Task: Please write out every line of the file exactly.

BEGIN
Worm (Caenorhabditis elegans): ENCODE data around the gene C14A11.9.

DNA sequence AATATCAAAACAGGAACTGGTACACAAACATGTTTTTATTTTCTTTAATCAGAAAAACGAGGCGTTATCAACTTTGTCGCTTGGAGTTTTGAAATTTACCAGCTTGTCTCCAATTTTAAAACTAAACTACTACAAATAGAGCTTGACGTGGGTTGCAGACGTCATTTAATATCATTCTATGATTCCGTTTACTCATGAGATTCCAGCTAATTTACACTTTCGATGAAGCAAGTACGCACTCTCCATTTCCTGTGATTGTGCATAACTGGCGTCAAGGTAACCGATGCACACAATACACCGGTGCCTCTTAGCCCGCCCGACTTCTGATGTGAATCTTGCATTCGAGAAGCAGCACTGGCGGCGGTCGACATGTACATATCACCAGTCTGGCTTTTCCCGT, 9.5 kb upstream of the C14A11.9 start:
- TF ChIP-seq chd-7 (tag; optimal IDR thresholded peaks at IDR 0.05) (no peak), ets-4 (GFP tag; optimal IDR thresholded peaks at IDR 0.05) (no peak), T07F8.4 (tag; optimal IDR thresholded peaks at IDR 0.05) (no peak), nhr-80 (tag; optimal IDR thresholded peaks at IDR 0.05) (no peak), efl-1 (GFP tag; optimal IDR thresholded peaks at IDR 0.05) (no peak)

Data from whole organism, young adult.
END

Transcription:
Worm (Caenorhabditis elegans): ENCODE data around the gene C14A11.9.

DNA sequence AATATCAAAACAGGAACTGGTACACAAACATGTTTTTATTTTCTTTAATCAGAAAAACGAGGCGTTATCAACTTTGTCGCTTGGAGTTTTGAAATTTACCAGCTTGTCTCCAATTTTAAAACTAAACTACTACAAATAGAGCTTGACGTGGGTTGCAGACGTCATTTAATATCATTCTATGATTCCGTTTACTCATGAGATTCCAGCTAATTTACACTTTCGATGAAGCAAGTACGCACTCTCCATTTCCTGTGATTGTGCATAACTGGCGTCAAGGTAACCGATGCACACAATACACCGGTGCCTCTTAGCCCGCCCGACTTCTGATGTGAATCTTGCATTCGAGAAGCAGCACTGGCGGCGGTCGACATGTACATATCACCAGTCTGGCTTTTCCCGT, 9.5 kb upstream of the C14A11.9 start:
- TF ChIP-seq chd-7 (tag; optimal IDR thresholded peaks at IDR 0.05) (no peak), ets-4 (GFP tag; optimal IDR thresholded peaks at IDR 0.05) (no peak), T07F8.4 (tag; optimal IDR thresholded peaks at IDR 0.05) (no peak), nhr-80 (tag; optimal IDR thresholded peaks at IDR 0.05) (no peak), efl-1 (GFP tag; optimal IDR thresholded peaks at IDR 0.05) (no peak)

Data from whole organism, young adult.